Energy & Environment

Reisman: State finally coughs up public lands info, and it’s bad news for rural Maine

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The legislature’s Agriculture, Conservation and Forestry (ACF) Committee recently held a public hearing on LD 324, “An Act to Limit Public Land Ownership in Maine.” I testified that the vast majority of public land acquisitions over the last 20 years were in the Second Congressional District (specifically Piscataquis, Washington, Hancock, Penobscot, Somerset, Oxford, Franklin and Aroostook counties, where the need was lowest), while the southern Maine counties of York, Cumberland, Lincoln, Kennebec, Androscoggin and Waldo were below the state median in public ownership and had the greatest need of land conservation.

I reminded the committee that Maine set a 10% goal for (state) public ownership in the 90s and had likely met it, but no official accounting had been done to my knowledge. Finally, ACF bureaucrats informed the committee that one of the primary recommendations of Gov. Mills’ Climate Council was to increase public ownership to 30% of the State by 2030.

The ACF Committee asked the ACF Department to provide updated information for the March 16th work session, and the chart offered by the department is reproduced below. It should make the leaders of the three most economically challenged (as in poorest) counties in Maine – Piscataquis, Washington and Somerset – extremely worried.

Source: Maine Department of Agriculture, Conservation and Forestry, submitted 3/16/21 in opposition to LD 324

Those three counties have already lost nearly 30% of their tax base and development opportunities to the green Goddess Gaia (that is twice the overall state average of just under 15%). If the State successfully increases public ownership to 30% and the current political power and acquisition pattern continues, we can expect 2/3 of these rural Maine counties to be cordoned off in less than a decade.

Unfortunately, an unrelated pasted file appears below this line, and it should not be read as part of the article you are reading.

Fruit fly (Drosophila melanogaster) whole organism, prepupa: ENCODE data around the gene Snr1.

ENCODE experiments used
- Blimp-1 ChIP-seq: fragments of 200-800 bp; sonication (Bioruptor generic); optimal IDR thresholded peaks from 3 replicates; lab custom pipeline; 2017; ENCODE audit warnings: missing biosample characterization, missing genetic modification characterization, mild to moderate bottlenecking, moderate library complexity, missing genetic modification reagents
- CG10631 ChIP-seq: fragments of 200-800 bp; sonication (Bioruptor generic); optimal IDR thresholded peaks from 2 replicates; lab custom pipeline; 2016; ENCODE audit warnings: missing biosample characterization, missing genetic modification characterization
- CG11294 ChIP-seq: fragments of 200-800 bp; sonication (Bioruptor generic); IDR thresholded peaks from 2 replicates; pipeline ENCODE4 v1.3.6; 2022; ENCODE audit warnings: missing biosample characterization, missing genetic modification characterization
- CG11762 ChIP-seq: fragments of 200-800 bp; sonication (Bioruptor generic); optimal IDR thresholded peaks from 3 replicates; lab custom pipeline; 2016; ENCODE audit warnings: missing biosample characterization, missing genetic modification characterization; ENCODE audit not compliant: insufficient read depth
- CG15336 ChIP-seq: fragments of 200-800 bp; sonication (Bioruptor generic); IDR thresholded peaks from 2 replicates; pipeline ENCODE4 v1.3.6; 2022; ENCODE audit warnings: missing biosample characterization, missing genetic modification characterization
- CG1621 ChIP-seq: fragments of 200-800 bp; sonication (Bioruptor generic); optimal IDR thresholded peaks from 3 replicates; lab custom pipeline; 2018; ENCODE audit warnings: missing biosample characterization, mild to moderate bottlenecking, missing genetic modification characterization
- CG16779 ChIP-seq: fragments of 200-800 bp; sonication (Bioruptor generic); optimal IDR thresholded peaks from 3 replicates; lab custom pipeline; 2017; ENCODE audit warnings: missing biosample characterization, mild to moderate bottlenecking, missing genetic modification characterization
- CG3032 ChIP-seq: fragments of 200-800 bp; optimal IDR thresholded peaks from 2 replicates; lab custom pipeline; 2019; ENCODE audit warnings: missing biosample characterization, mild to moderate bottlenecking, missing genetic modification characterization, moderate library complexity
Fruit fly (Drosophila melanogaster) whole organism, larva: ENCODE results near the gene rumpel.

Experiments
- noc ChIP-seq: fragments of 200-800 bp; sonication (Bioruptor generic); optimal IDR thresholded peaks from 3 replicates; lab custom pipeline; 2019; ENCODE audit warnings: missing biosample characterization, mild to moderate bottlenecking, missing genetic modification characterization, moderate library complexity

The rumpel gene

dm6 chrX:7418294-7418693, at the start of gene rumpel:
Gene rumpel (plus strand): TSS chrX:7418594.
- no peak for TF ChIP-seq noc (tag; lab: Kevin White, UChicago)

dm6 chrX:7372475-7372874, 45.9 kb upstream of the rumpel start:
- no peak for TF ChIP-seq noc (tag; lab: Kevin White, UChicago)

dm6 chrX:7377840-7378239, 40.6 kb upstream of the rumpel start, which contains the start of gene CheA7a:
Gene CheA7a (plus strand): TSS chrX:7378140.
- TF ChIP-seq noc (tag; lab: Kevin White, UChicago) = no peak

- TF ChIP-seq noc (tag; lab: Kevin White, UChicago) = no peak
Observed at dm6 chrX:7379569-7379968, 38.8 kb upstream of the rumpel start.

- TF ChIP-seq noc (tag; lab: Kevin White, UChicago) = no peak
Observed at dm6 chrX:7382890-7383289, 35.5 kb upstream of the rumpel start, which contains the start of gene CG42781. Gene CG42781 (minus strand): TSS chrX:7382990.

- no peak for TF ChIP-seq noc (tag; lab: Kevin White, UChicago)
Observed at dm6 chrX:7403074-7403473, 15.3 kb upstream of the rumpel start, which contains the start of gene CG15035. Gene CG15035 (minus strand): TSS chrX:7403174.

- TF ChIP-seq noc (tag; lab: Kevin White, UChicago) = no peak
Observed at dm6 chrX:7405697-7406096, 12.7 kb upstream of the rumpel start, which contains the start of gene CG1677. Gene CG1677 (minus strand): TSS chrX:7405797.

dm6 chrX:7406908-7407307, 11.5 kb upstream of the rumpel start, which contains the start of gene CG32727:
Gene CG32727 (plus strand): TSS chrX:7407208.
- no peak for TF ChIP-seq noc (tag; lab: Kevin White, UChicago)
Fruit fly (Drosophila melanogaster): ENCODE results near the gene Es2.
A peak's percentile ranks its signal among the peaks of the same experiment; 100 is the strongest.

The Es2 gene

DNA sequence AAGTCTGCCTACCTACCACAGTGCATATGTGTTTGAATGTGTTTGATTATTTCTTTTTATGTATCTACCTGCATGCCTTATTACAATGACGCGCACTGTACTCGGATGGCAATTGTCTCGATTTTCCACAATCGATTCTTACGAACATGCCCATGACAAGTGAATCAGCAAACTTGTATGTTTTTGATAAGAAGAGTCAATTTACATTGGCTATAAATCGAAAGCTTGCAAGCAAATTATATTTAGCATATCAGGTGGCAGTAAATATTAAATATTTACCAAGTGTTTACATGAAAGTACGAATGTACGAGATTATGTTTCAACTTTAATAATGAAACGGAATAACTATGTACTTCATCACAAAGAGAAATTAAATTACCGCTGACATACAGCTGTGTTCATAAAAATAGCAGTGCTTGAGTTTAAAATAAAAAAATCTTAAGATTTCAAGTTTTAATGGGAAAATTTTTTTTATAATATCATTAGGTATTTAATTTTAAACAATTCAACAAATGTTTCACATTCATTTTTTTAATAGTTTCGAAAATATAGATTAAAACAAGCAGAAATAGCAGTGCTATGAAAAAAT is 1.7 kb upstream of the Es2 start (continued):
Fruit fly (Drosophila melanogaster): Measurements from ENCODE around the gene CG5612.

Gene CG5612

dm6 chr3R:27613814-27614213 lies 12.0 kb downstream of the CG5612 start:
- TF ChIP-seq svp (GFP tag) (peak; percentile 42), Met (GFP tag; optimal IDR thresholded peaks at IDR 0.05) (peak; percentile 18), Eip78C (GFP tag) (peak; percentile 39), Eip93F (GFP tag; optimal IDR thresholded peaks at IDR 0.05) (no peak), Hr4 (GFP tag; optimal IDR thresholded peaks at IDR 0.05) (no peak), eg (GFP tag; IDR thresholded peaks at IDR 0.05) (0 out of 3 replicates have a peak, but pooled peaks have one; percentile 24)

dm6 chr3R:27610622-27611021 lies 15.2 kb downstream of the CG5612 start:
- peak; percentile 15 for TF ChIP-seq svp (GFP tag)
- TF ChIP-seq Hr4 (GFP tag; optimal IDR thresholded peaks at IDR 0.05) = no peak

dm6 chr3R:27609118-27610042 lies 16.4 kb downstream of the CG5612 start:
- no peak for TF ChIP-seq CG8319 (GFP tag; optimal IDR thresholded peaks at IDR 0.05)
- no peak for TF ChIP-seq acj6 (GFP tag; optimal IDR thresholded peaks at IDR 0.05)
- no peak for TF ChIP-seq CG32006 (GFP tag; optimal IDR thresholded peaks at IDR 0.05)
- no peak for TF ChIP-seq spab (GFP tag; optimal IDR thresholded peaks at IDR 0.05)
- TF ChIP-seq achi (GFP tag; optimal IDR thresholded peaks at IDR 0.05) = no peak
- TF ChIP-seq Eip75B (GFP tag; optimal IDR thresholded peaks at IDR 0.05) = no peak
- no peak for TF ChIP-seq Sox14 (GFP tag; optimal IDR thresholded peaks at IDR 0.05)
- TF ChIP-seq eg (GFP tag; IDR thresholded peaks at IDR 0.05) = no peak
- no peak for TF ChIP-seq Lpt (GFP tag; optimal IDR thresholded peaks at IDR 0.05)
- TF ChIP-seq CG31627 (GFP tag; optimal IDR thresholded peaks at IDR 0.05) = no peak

The numbers for Southern Maine counties refute claims that the Land for Maine’s Future Program and public lands acquisitions are “statewide” programs. The data show token purchases and expenditures in Southern Maine while the lion’s share of acquisitions and the majority of expenditures are in the Second District (and significantly not in the one county in the Second District most in need of public land, Androscoggin).

This tells a tale of special interest and bureaucratic collusion to damage rural Maine’s economy and prospects while pretending it’s for the greater public good. When 30% of York and Cumberland County is removed from the tax rolls and put off limits to development, I will believe it.

The ACF Committee made no comment on the distribution of public lands in Maine and voted 9-1, with 3 absence,  “Ought Not To Pass” on LD 324, creating the likelihood that the whole bill and chart will be swept under the rug without a roll call vote. Meanwhile, the 30% public lands goal to avert the climate apocalypse (it will not) will become state policy without a legislative vote or an examination of our land acquisition policies.

Electing climate alarmists and empowering the environmental left has consequences, and they are particularly bad for rural Maine.

Update: Following the original publication of this article, the ACF committee revisited the bill on March 23 without notifying the bill sponsor. Rep. Scott Landry, the lone “Ought to Pass” vote, changed his vote to “Ought Not to Pass” resulting in a unanimous “Ought Not to Pass” vote out of committee. This virtually guarantees there will be no roll call vote or floor debates on the distribution of public lands in Maine this legislative session.

About Jonathan Reisman

Jon Reisman is an associate professor of economics and public policy at the University of Maine at Machias. His views are his own.

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